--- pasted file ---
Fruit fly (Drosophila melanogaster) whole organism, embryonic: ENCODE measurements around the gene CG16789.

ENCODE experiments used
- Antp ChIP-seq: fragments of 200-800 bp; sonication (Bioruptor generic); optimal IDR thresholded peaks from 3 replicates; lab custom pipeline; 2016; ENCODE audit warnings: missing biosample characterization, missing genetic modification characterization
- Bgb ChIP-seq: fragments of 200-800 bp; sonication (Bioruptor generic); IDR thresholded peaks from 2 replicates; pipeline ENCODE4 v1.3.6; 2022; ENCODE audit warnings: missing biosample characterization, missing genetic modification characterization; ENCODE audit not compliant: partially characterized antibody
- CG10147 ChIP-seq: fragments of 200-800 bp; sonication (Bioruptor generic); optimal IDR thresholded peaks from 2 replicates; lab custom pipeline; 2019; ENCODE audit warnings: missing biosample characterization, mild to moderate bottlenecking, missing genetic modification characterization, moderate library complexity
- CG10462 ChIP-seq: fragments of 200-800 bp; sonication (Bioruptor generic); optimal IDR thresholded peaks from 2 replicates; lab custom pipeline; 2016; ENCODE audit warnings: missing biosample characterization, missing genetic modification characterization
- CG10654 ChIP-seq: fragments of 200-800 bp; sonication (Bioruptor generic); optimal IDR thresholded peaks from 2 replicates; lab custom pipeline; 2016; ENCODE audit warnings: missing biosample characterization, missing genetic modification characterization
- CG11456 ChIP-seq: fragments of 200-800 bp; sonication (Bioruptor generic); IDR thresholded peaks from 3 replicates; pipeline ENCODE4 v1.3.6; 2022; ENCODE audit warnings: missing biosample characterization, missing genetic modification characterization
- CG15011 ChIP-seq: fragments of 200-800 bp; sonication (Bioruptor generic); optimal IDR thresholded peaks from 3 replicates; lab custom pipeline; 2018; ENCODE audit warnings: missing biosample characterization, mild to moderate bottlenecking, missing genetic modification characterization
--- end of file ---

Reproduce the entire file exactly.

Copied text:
Fruit fly (Drosophila melanogaster) whole organism, embryonic: ENCODE measurements around the gene CG16789.

ENCODE experiments used
- Antp ChIP-seq: fragments of 200-800 bp; sonication (Bioruptor generic); optimal IDR thresholded peaks from 3 replicates; lab custom pipeline; 2016; ENCODE audit warnings: missing biosample characterization, missing genetic modification characterization
- Bgb ChIP-seq: fragments of 200-800 bp; sonication (Bioruptor generic); IDR thresholded peaks from 2 replicates; pipeline ENCODE4 v1.3.6; 2022; ENCODE audit warnings: missing biosample characterization, missing genetic modification characterization; ENCODE audit not compliant: partially characterized antibody
- CG10147 ChIP-seq: fragments of 200-800 bp; sonication (Bioruptor generic); optimal IDR thresholded peaks from 2 replicates; lab custom pipeline; 2019; ENCODE audit warnings: missing biosample characterization, mild to moderate bottlenecking, missing genetic modification characterization, moderate library complexity
- CG10462 ChIP-seq: fragments of 200-800 bp; sonication (Bioruptor generic); optimal IDR thresholded peaks from 2 replicates; lab custom pipeline; 2016; ENCODE audit warnings: missing biosample characterization, missing genetic modification characterization
- CG10654 ChIP-seq: fragments of 200-800 bp; sonication (Bioruptor generic); optimal IDR thresholded peaks from 2 replicates; lab custom pipeline; 2016; ENCODE audit warnings: missing biosample characterization, missing genetic modification characterization
- CG11456 ChIP-seq: fragments of 200-800 bp; sonication (Bioruptor generic); IDR thresholded peaks from 3 replicates; pipeline ENCODE4 v1.3.6; 2022; ENCODE audit warnings: missing biosample characterization, missing genetic modification characterization
- CG15011 ChIP-seq: fragments of 200-800 bp; sonication (Bioruptor generic); optimal IDR thresholded peaks from 3 replicates; lab custom pipeline; 2018; ENCODE audit warnings: missing biosample characterization, mild to moderate bottlenecking, missing genetic modification characterization